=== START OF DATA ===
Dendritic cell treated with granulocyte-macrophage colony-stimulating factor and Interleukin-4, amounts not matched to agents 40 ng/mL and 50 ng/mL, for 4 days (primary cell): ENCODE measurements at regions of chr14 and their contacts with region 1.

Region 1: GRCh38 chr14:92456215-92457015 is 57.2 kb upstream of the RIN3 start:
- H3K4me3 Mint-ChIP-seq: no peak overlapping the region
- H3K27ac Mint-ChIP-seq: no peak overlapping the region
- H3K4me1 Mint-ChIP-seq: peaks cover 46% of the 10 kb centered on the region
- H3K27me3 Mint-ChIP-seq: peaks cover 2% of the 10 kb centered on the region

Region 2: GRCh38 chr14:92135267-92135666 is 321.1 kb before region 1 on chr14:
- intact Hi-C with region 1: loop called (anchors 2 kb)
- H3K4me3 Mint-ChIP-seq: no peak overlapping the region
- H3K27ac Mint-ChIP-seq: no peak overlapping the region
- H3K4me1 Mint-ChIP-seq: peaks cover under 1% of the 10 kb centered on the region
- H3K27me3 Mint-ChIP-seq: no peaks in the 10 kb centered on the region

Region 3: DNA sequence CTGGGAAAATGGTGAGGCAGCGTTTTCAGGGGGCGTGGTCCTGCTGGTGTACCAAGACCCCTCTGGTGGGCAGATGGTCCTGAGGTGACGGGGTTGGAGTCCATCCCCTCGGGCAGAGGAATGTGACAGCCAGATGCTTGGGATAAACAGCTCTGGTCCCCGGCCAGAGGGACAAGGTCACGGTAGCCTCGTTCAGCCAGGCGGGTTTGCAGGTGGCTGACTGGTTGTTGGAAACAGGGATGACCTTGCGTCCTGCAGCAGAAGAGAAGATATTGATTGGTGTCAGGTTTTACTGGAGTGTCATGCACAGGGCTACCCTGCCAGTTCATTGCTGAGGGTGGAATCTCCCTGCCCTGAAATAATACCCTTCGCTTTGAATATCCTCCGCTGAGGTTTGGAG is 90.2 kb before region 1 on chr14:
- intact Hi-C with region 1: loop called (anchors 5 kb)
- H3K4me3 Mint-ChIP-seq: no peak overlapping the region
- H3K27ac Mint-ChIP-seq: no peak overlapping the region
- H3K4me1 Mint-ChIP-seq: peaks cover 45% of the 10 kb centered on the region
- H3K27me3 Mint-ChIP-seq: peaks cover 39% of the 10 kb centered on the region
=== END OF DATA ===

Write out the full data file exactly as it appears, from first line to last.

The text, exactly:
Dendritic cell treated with granulocyte-macrophage colony-stimulating factor and Interleukin-4, amounts not matched to agents 40 ng/mL and 50 ng/mL, for 4 days (primary cell): ENCODE measurements at regions of chr14 and their contacts with region 1.

Region 1: GRCh38 chr14:92456215-92457015 is 57.2 kb upstream of the RIN3 start:
- H3K4me3 Mint-ChIP-seq: no peak overlapping the region
- H3K27ac Mint-ChIP-seq: no peak overlapping the region
- H3K4me1 Mint-ChIP-seq: peaks cover 46% of the 10 kb centered on the region
- H3K27me3 Mint-ChIP-seq: peaks cover 2% of the 10 kb centered on the region

Region 2: GRCh38 chr14:92135267-92135666 is 321.1 kb before region 1 on chr14:
- intact Hi-C with region 1: loop called (anchors 2 kb)
- H3K4me3 Mint-ChIP-seq: no peak overlapping the region
- H3K27ac Mint-ChIP-seq: no peak overlapping the region
- H3K4me1 Mint-ChIP-seq: peaks cover under 1% of the 10 kb centered on the region
- H3K27me3 Mint-ChIP-seq: no peaks in the 10 kb centered on the region

Region 3: DNA sequence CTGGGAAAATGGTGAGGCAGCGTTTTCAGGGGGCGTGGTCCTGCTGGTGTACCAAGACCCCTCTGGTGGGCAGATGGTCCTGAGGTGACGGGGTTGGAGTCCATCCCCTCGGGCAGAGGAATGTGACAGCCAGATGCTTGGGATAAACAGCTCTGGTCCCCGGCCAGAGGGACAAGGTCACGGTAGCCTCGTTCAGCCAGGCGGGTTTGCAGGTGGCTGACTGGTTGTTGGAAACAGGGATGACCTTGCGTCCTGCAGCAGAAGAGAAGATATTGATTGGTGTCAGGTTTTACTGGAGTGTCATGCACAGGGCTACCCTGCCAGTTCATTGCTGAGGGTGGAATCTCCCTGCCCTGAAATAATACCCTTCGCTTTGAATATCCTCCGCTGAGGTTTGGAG is 90.2 kb before region 1 on chr14:
- intact Hi-C with region 1: loop called (anchors 5 kb)
- H3K4me3 Mint-ChIP-seq: no peak overlapping the region
- H3K27ac Mint-ChIP-seq: no peak overlapping the region
- H3K4me1 Mint-ChIP-seq: peaks cover 45% of the 10 kb centered on the region
- H3K27me3 Mint-ChIP-seq: peaks cover 39% of the 10 kb centered on the region